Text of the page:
Previous article, I covered how to win during the pandemic induced recession and is relevant to peak pandemic and the initial fight back phase.

The latter half of the fightback tactics need to evolve from mere survival to winning both the fight back and the post-COVID phase. The change in consumer behavior will get consolidated, and the consumer and the industry feel and know that the end is not that far.

After survival, play for the end game!

a. We studied changes/acceleration in consumer behavior due to the COVID crisis and looked at beyond COVID drivers with predicted impact on demand for the beauty categories post covid.

The predictions, for consumer behavior, were made on certain assumptions and plots of consumer behavior versus various degrees of lockdown and observed trends in the market.

b. For every beauty category, we plot its co-relation with all relevant(high co-relation of over 0.8) consumer behaviors. 

Based on projected consumer behavior, as mentioned in point a, in 3 different scenarios, we predict the growth or decline of the beauty category based on drivers vs inhibitors observed during COVID.

We then looked at beyond COVID drivers for the beauty category, competition and new entrants possible, and retailer/channel tactics to summarise the situation for a particular beauty category in the future, post-COVID.

We studied three beauty categories: Skincare, Makeup, Hair Care, 

There were three kinds of major consumer behavior trends. 

1. Ones that increase or decrease during the fightback phase and reach a limit/flatten/with little growth hence during or post-COVID.

2. Those that increase or decrease during the fightback phase but change direction around post-COVID.

3. Ones that grow during the fightback phase as well as post-COVID.

These are predictions, and the actual percentage increase or decrease is not as significant as the general direction and the broad range.

For Skincare:  

Remote working and online content and entertainment could bring skincare down, whereas overcoming fear of socializing at stores and retailer side innovation in curbside pickups, beauty popup stores, and vending machines will pull skincare up to levels of pre-COVID.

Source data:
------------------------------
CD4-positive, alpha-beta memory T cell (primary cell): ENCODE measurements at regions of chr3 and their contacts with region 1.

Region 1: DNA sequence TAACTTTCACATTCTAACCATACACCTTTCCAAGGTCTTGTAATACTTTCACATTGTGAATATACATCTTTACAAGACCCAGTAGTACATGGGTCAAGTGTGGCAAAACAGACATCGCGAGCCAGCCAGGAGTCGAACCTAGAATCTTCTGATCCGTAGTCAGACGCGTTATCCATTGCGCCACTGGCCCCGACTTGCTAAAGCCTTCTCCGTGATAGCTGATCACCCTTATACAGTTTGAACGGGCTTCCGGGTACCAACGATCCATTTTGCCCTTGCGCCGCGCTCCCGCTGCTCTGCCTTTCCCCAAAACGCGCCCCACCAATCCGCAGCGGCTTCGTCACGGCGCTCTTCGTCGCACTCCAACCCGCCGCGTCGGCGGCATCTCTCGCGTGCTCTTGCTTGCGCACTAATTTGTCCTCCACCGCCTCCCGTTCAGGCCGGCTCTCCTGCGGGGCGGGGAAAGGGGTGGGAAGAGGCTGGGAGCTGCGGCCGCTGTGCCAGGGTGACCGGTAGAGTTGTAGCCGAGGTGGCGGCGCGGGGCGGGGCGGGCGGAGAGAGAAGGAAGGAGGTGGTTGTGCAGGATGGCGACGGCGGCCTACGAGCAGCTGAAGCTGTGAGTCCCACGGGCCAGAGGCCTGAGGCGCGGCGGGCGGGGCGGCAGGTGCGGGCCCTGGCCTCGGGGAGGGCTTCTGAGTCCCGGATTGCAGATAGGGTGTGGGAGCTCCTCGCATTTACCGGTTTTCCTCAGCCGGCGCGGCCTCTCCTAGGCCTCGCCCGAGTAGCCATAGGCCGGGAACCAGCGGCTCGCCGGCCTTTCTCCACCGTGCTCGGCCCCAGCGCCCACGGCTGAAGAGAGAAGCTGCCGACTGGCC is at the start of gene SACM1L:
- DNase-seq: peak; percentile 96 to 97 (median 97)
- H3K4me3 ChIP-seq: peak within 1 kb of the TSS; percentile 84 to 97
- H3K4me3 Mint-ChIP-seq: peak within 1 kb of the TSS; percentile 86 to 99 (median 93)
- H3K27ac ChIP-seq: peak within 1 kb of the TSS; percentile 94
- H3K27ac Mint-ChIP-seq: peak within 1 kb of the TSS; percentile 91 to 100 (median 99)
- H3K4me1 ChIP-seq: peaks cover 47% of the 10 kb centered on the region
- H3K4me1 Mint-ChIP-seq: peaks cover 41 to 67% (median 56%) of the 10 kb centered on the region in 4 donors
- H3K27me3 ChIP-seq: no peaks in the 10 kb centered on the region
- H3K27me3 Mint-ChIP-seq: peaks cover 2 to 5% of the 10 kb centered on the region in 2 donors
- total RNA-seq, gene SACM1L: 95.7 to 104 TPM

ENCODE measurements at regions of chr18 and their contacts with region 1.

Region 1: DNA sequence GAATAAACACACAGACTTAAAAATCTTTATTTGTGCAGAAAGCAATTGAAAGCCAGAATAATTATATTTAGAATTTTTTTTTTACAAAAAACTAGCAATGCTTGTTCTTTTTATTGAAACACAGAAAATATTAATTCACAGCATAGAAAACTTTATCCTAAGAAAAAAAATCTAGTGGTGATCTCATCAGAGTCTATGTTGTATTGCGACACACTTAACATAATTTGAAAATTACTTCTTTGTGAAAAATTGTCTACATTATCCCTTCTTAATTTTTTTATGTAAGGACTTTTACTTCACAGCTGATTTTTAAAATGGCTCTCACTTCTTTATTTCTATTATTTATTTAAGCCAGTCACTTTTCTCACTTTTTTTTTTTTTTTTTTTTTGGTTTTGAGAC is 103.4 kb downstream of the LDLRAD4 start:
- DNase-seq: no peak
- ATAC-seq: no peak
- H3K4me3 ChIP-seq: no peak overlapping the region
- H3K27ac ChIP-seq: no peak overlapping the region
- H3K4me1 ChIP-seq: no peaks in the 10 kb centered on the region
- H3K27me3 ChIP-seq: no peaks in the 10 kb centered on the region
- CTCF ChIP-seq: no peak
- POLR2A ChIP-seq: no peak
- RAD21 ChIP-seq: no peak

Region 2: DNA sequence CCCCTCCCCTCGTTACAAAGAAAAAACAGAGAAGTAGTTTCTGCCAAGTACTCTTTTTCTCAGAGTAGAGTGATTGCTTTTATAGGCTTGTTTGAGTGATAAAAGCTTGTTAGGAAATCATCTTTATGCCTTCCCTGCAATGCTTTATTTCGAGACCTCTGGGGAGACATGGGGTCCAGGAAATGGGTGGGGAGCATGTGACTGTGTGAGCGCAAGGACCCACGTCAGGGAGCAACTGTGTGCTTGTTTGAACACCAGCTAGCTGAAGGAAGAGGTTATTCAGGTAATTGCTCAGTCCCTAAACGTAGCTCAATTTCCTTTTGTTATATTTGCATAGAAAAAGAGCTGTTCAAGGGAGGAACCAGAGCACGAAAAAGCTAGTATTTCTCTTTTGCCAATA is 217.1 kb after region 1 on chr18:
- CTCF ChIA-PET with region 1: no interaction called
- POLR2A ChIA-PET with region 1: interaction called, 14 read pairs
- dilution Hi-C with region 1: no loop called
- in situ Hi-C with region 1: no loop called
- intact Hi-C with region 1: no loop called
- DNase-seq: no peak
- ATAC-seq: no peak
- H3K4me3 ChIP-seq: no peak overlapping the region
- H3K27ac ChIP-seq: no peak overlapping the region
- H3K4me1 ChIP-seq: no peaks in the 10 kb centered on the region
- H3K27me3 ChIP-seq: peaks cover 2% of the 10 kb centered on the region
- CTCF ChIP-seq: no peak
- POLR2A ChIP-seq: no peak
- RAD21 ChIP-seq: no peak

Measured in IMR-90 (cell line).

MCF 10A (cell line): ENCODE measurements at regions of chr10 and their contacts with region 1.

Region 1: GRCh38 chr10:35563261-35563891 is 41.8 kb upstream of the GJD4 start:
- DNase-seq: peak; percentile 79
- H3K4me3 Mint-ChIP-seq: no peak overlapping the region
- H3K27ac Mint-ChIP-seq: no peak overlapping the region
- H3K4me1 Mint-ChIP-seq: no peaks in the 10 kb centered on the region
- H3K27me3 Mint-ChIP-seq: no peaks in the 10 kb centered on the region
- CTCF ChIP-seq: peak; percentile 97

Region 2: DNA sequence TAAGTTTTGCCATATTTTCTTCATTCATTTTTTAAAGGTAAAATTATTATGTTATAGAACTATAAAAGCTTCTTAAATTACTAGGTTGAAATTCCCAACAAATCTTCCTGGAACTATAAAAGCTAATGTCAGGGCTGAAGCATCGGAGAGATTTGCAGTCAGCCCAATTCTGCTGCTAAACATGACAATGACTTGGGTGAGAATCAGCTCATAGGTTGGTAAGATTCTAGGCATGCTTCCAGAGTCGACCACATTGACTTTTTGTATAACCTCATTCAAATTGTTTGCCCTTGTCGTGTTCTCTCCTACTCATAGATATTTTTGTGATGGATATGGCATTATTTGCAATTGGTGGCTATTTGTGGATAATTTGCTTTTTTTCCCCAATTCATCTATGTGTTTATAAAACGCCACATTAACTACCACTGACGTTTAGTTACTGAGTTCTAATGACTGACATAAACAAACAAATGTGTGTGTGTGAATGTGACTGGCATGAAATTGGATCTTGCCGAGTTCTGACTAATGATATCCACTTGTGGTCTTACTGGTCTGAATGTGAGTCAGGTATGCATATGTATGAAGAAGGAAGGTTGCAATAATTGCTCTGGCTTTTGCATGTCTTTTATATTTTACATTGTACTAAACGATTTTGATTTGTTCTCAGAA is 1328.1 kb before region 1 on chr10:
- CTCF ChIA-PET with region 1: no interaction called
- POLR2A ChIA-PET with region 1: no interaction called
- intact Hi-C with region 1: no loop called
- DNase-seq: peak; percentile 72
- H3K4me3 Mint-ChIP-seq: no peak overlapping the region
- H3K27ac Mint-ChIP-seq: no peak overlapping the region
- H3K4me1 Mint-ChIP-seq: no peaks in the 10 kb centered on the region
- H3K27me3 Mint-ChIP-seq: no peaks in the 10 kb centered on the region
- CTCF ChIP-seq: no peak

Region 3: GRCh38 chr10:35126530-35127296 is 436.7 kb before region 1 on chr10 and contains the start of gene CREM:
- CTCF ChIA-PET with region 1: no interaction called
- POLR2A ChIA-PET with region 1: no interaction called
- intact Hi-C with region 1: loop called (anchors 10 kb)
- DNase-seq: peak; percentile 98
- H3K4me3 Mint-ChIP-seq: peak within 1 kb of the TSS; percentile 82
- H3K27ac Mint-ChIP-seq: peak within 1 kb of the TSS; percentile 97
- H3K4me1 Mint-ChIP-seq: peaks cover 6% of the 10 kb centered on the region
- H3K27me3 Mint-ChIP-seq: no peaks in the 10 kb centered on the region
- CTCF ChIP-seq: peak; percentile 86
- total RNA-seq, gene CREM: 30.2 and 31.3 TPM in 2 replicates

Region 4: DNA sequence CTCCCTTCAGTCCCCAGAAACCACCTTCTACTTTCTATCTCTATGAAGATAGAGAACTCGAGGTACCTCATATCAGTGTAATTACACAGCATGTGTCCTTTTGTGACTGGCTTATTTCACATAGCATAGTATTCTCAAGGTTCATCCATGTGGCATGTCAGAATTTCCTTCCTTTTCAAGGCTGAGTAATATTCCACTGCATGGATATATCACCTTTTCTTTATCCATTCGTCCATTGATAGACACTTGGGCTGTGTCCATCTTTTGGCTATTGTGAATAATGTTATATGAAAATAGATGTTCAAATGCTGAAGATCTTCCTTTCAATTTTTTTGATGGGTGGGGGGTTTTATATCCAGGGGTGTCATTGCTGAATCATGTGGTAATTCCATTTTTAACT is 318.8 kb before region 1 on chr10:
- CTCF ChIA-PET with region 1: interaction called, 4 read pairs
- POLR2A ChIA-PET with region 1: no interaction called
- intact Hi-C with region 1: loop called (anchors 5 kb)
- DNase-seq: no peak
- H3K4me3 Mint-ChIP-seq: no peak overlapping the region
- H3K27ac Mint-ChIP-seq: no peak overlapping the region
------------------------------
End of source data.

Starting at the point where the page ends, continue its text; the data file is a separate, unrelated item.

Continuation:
With a little extra focus on beyond-COVID drivers like beauty and wellness merged with pain relief, routines and DTC, personalization, and customization, skincare could well grow over pre-COVID.

Hand cream, face mask, cleanser, and moisturizer will lead the recovery and beyond.

With digital permeating our lives, blue light skincare both as a new category and individual products protecting from digital light is an opportunity to grow skincare.

For Makeup:

Post-Covid, increase in remote working, online content and entertainment, home-based fitness, and online shopping are projected to reduce the usage of makeup. 

Strategizing in advance can help you be the first to leverage these trends to your advantage.

Reduction in destressing activities at home, social distancing, home cooking, and stockpiling hygiene as well as an increase in dining outside, will pull makeup from the peak low. Still, these would not be able to counter the downward impact of behaviors mentioned above as those are increasing at faster rates and have a more significant impact.

Also, brick and mortar stores are critical to makeup bouncing back. In the absence of a proactive strategy and tactics, makeup could well stay 30% to 50% below pre-COVID and worsen with any pandemic/lockdown relapse.

Eyeliner, lashes, and brows can bring relief to the category followed by nail paints and lip gloss.

New product launches, fashion, trendy collections, and innovation for home-based fitness, remote working, and video conferencing behavior could help recover the category faster.

5G technology for virtual try ons, instant fix makeup for younger generations, clean makeup for tougher skin challenges at a premium price point for financially well off consumer will help.